Tony Ward: Humility and grace is key to milestone wins for provinces – we can conquer Europe again
We'll try not get too carried away, but it's difficult. This wasn't another good weekend for Irish rugby, it was a great one and let nobody tell you otherwise.
Bear in mind that it wasn't too long ago that through the restructuring of European Rugby (ERC to EPCR), Celtic Rugby (Pro 12) was, we were led to believe, dead and buried.
For those of us who argued otherwise - based on the fundamental principle of having solid underage structures in place - we've gone full circle. Make no mistake, we will again.
Yes, the money-mad clubs with madcap financiers will continue to buy all around them and no doubt they will again have their day, but then so too will we - albeit by a more viable route.
We have still won nothing, with Racing and Scarlets presenting two massive hurdles to be overcome, and even at this distance it will take two more extraordinary performances if either of our two premier provinces are to make it through to Bilbao for a possible seventh Irish Champions Cup success on May 12.
For now let's just control the gallop and concentrate on what was an extraordinary couple of days, even by recent Grand Slam standards.
My genuine concern ahead of these two massive games was psychological. What would the Six Nations success take from those Munster and Leinster players so central to their respective provinces? Not for a minute was it a case of 'we of little faith', just the reality of pitching individual performance at the same consistent level of expectation and delivery.
What we witnessed first in Thomond Park and then at the Aviva was our top players - specifically our elite Grand Slammers - giving everything to the cause whether red or blue.
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And here I think it essential we must acknowledge the roles played by Johann van Graan, Jerry Flannery, Felix Jones, Leo Cullen, Stuart Lancaster, Girvan Dempsey and John Fogarty, plus each and every other member of background management involved.
Irish rugby is in a good place, with head coaches Cullen and Van Graan epitomising the type of humility essential to the collective when winning.
But back to the specifics.
In the end it took a spark of individual brilliance from a still underrated player to take Munster through the inevitable war of attrition against Toulon.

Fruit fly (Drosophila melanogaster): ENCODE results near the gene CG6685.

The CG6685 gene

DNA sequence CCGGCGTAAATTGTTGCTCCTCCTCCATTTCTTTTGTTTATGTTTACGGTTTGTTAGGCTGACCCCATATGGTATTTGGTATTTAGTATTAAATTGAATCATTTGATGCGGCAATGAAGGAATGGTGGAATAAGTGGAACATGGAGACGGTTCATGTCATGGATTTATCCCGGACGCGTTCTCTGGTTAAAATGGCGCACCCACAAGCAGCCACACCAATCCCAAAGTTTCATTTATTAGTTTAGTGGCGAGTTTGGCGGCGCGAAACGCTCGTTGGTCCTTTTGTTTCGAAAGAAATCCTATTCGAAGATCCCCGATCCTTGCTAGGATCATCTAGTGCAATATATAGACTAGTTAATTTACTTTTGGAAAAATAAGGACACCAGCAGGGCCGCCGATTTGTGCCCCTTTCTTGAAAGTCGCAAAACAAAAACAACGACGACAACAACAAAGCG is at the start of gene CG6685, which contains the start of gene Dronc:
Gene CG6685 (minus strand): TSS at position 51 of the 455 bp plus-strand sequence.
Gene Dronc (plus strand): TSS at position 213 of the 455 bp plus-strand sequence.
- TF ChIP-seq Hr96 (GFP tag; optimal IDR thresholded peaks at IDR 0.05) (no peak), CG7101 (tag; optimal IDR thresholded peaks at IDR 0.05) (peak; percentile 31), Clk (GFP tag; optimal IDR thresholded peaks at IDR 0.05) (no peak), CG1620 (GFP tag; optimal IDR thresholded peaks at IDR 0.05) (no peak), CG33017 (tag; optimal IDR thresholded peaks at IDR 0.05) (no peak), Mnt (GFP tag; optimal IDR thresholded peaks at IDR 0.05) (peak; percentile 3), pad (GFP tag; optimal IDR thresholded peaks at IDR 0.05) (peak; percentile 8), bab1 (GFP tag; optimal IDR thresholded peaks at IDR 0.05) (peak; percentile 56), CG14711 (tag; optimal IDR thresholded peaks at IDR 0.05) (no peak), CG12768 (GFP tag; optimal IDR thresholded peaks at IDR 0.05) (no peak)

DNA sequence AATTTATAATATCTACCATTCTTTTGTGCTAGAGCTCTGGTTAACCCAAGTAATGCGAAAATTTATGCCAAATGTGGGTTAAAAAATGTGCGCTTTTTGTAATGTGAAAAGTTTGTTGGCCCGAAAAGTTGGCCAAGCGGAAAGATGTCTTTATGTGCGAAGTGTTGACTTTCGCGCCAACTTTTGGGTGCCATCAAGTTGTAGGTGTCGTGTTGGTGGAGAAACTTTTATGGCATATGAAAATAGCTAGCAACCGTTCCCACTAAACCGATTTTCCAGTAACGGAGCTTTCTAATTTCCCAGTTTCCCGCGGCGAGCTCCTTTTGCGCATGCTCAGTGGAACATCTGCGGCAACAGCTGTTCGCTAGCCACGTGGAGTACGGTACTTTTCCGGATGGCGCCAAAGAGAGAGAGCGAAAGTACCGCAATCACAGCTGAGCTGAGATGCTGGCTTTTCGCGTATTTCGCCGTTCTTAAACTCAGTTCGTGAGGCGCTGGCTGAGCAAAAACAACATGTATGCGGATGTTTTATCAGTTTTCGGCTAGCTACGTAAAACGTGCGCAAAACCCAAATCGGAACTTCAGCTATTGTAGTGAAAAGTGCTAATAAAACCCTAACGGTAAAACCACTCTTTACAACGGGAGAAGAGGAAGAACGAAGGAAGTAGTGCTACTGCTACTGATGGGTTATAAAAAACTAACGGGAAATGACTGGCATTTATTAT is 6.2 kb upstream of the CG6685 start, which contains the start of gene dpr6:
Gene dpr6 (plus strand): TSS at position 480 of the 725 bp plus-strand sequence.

And, while I think of it, credit Chris Ashton for scoring his try with a touch of decency. But if Ashton's try (forward pass apart) was good, Andrew Conway's was even better. Long may the game have room for the Keith Earls, the Jordan Larmours, the Joey Carberys and the Conways of this world.
Peter O'Mahony was simply immense, the epitome of the Munster warrior that was Paul O'Connell, Mick Galwey, Anthony Foley and leaders of that ilk before him. So too Conor Murray, Jack O'Donoghue, Rory Scannell and indeed all six front row forwards who took the field.
O'Mahony was a most deserving Man of the Match, although I have to say that Conway's all-round play in defence and attack prior to that magical moment was at least equal, if not better. Indeed, his take of Francois Trinh-Duc's attempted touch clearance was up there with Earls' overhead catch against the French in the build-up to 'that' drop goal in Paris.
Credit Ian Keatley, too, for the type of ROG-like performance it was essential he delivered. And he did.
As for Leinster, meanwhile, fashioned a third-quarter performance of rugby perfection made in heaven against the reigning European Champions.
This was Test rugby in all but name and here again the big players delivered the big performances on the biggest stage (a sold out Aviva) and the rest followed.
For O'Mahony in Limerick, read Dan Leavy in Dublin. When he hits his peak he is going to be some player. His lines of running, allied to Luke McGrath's reading of those lines, were amazing.
Defence wins matches and certainly the dogged stuff close to the line before the break paved the way for what followed. I'm not sure Leinster deserved to be in front, but in the 20 minutes after the interval the team with the potential to be the best in Europe delivered a performance befitting that status.
They were brilliant to a man, but Tadhg Furlong (what a player), James Ryan (the mind boggles as to how good he might be when he matures), Leavy, McGrath, Johnny Sexton, Isa Nacewa (selflessness personified), Garry Ringrose and James Lowe were particularly outstanding. And with Jamie Heaslip now retired and Jack Conan laid low, just how good was Jordi Murphy?
As with Robin Copeland leaving Munster for pastures new in Connacht, it will be Ulster, under a new coaching regime, who will benefit when the former Blackrock man heads north.
It is the right move at the right time and as yesterday's tour de force showed, there will be many more appearances in green ahead for this extremely adaptable player.
It is still early April and no medals have been given out, but what a prospect in three weeks time when the Donnacha Ryan inspired Racing entertain Munster in Bordeaux (a French venue with much fondness for those in red), with Leinster set to run out before another capacity crowd in the Aviva when Munster-bound Tadhg Beirne and Scarlets come to town.
Even at this distance they represent matches that could so easily swing either way.
That said, it was the positive mindset - individual and collective - that marked these Champions Cup quarter-finals as real milestones for me.
We're winning with grace and learning with humility as we go.